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With emphasis on familial ties, Duke Farmers Market provides food, comfort to hospital community

<p>Bags of apples sit at a Duke Farmers Market booth.</p>

Bags of apples sit at a Duke Farmers Market booth.

On the Duke Medical Center Greenway lies one of the University's hidden treasures — the Duke Farmers Market. It has become a hub for farm-to-table experiences, all of which highlight local North Carolina delicacies.  

Sponsored by LIVE FOR LIFE, Duke’s employee wellness program, the market is held on Thursdays from 11 a.m. to 2 p.m. from late spring to the end of September. Health Promotion Specialist Brian Zelanko and Health Education Specialist Sara Cathey are spearheading the program.

To increase employee wellness, the initiative has five key components: food and nutrition, mental and emotional wellbeing, physical activity and movement, fulfillment and purpose and environment and culture.  

The Duke Farmers Market provides a unique offering to students by connecting them with local family-owned vendors. According to Zelanko, each vendor is fresh, locally owned and operated and undergoes an application process by a procurement team that screens the products.

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A booth setup at the Duke Farmers Market.

Zulia Bakery, owned by Venezuelan Angelica Medina, exemplifies the initiative's connection to familial heritage. 

Amanda Furstone, a sales associate for the bakery, described how her boss “puts love in each one of her loaves for the company” despite having no bakery front. The bakery sells at 12 farmers markets every day, with each traditional rollup made from scratch. 

Oberweis Dairy has been family-run since 1927 and has been serving the Triangle area for nearly a decade, according to sales associate Dan Jannsen. 

They only partner with family farms to bring customers fresh milk, ones that are “48 hours from the cow to your front door.” 

The farmers market’s food trucks further exhibit the influence of culture and familial heritage in their food offerings.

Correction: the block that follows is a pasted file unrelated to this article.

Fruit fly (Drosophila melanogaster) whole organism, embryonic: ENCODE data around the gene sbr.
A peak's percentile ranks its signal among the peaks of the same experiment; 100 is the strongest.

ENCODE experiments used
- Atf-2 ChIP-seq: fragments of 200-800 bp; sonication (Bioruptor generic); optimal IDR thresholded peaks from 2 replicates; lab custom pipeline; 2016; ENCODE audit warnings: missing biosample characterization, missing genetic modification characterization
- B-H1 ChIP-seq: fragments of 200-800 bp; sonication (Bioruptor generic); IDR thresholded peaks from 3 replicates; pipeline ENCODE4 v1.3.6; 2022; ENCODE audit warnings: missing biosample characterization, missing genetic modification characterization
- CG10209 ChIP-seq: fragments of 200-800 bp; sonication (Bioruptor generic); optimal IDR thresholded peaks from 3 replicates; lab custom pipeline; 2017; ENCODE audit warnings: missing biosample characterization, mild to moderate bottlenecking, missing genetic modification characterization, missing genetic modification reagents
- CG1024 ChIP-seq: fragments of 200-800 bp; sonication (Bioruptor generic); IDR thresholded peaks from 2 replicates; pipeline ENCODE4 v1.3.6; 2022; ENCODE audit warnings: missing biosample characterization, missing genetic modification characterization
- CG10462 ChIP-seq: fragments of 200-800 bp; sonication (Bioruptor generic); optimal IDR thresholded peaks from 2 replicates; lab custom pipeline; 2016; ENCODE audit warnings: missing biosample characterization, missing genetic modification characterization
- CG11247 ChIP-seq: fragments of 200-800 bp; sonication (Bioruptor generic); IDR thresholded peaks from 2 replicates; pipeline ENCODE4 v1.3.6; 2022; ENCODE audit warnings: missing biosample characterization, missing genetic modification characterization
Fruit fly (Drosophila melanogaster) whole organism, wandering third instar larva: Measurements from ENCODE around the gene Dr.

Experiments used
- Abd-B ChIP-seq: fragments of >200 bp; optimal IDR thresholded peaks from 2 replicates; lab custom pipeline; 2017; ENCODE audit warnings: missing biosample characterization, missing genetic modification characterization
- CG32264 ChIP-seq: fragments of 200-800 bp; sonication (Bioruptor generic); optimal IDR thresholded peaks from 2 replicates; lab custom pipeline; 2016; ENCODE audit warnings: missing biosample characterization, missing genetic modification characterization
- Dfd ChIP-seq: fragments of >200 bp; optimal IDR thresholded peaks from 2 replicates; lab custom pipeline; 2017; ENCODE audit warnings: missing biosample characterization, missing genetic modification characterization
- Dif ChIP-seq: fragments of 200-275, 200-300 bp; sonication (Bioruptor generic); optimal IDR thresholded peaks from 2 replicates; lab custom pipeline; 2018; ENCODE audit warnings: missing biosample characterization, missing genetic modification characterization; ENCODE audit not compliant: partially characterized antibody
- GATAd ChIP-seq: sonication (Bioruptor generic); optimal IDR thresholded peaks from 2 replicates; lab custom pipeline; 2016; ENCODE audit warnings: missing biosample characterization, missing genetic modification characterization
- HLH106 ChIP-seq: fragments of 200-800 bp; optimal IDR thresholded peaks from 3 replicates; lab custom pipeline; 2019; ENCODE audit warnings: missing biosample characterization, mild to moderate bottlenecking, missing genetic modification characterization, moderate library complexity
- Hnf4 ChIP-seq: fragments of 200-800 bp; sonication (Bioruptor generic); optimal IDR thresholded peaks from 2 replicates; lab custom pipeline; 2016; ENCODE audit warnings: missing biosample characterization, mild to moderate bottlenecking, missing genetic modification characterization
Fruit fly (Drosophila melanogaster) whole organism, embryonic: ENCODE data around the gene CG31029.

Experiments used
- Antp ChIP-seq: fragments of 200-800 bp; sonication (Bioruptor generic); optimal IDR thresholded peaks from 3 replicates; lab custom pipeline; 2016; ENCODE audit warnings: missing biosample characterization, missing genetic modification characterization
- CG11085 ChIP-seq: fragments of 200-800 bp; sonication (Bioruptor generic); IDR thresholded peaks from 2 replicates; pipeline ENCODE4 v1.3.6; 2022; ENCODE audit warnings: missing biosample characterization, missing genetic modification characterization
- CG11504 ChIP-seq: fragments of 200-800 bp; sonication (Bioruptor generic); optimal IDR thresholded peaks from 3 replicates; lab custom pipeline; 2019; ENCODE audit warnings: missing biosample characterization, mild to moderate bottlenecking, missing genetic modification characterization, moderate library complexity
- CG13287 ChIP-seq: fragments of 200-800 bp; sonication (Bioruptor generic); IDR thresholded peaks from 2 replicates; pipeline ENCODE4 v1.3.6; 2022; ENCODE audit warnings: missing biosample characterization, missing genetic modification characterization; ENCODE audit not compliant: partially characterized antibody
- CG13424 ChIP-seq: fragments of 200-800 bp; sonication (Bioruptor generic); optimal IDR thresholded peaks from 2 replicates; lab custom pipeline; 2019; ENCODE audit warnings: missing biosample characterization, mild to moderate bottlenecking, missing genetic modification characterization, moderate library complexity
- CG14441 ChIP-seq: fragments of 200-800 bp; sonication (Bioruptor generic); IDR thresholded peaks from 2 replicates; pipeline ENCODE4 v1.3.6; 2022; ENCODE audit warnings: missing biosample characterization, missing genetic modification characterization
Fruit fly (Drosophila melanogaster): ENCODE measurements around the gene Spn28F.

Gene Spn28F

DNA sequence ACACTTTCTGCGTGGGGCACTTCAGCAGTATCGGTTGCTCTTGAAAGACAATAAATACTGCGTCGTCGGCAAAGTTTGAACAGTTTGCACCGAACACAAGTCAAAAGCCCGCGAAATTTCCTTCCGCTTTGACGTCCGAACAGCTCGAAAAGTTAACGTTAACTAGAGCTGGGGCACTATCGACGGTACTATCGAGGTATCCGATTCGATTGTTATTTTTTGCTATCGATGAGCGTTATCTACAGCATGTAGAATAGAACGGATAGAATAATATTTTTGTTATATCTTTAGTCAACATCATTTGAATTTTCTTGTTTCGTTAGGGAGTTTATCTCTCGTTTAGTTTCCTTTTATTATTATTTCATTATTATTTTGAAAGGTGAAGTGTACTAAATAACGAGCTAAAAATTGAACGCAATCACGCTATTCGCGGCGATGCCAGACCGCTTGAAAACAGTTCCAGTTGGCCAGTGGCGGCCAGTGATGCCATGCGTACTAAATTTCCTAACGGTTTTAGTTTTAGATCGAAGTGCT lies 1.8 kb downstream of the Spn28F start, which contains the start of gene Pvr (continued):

Fiori Trattoria, NC Bulkogi, Poblanos Tacos and Sister Liu’s Kitchen are four of the rotating food trucks at the farmers market each week.

Connecting people to Chinese dishes, Sister Liu’s Kitchen makes homestyle family recipes, which include dumplings, noodles, fried rice, Chinese burgers, buns and house-made fruit tea.  

Founded by the So family in 2009, NC Bulkogi, the Korean fusion food truck, has its own family-oriented story, drawing in many customers to try their takes on Korean street food.  

The company experienced a small hiatus due to an illness in the family in 2014. 

The Harvest Church community, under the leadership of Joe Choi, Shinae Lee and the rest of the Bulkogi Truck team, helped the company save the business and preserve the old menu while initiating a new youth ministry.  

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Oliver Pau, founder of Dojo Fresh, standing at his Duke Farmers Market booth.

Furstone recounts how the Duke Hospital helps a lot of people, many of whom may be going through difficult times. Yet the farmers market, with its familiar faces, brings a sense of comfort to hospital goers. 

Despite the emphasis on Duke employees, Zelanko emphasized that the program and its offerings are accessible to students.  

“While we primarily focus on the wellness aspects and health aspects for employees, this is literally in the students' backyard," Zelanko said. "Even when they're just going from one class to another, or maybe they don't have class, they can stop over here."   


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